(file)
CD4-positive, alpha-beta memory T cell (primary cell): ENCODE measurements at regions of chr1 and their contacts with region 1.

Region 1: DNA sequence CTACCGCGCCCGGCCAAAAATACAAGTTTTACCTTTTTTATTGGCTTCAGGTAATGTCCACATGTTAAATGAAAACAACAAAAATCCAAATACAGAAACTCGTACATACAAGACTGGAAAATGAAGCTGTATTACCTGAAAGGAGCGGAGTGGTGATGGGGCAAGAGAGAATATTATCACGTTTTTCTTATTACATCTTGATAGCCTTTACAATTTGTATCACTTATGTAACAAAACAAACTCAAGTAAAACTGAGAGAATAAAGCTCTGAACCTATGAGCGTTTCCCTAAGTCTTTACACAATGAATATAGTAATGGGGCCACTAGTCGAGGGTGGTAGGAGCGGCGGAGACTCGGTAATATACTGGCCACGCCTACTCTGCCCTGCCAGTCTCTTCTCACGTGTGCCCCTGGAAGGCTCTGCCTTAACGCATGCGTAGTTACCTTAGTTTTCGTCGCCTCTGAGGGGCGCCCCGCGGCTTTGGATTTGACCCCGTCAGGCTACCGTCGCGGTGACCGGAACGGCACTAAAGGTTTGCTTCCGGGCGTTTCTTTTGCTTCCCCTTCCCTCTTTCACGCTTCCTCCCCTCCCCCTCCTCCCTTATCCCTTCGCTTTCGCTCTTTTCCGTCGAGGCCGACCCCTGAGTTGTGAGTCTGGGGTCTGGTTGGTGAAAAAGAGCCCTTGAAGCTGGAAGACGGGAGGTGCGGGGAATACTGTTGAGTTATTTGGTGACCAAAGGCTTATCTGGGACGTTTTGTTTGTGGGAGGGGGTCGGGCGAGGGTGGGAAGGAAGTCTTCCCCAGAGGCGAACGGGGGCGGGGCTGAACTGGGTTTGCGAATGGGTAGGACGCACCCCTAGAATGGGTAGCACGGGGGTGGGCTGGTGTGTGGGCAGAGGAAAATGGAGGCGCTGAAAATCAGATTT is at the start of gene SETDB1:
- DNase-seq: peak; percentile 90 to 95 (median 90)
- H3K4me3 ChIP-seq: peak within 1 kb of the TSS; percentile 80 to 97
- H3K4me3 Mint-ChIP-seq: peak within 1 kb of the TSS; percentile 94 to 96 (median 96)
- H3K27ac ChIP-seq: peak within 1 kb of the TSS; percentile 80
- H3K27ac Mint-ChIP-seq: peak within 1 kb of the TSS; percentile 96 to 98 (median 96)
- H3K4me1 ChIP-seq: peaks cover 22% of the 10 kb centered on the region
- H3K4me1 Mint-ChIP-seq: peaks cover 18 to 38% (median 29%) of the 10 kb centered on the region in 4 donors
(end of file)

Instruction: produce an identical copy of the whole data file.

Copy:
CD4-positive, alpha-beta memory T cell (primary cell): ENCODE measurements at regions of chr1 and their contacts with region 1.

Region 1: DNA sequence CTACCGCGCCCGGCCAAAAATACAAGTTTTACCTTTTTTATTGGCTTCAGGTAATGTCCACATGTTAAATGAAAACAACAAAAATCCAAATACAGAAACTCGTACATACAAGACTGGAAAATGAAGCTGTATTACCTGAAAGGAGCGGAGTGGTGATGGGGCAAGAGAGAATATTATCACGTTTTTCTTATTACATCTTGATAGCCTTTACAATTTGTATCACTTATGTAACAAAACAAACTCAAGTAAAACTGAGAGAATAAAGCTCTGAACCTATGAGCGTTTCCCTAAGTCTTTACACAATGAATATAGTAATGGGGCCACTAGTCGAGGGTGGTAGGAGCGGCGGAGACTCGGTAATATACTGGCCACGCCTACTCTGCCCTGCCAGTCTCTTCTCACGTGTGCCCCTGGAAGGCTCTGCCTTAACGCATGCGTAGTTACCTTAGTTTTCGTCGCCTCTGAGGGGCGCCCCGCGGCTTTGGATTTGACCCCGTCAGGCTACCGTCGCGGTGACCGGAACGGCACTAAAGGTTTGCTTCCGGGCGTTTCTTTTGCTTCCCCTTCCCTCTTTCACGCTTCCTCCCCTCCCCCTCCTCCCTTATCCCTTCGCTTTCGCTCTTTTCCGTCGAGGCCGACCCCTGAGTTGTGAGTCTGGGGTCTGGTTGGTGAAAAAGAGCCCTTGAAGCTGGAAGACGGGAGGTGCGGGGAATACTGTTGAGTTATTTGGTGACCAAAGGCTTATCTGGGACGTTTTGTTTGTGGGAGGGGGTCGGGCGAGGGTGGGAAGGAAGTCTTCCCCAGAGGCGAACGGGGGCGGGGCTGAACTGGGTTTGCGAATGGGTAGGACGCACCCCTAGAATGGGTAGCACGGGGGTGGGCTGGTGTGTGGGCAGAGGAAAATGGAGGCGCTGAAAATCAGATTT is at the start of gene SETDB1:
- DNase-seq: peak; percentile 90 to 95 (median 90)
- H3K4me3 ChIP-seq: peak within 1 kb of the TSS; percentile 80 to 97
- H3K4me3 Mint-ChIP-seq: peak within 1 kb of the TSS; percentile 94 to 96 (median 96)
- H3K27ac ChIP-seq: peak within 1 kb of the TSS; percentile 80
- H3K27ac Mint-ChIP-seq: peak within 1 kb of the TSS; percentile 96 to 98 (median 96)
- H3K4me1 ChIP-seq: peaks cover 22% of the 10 kb centered on the region
- H3K4me1 Mint-ChIP-seq: peaks cover 18 to 38% (median 29%) of the 10 kb centered on the region in 4 donors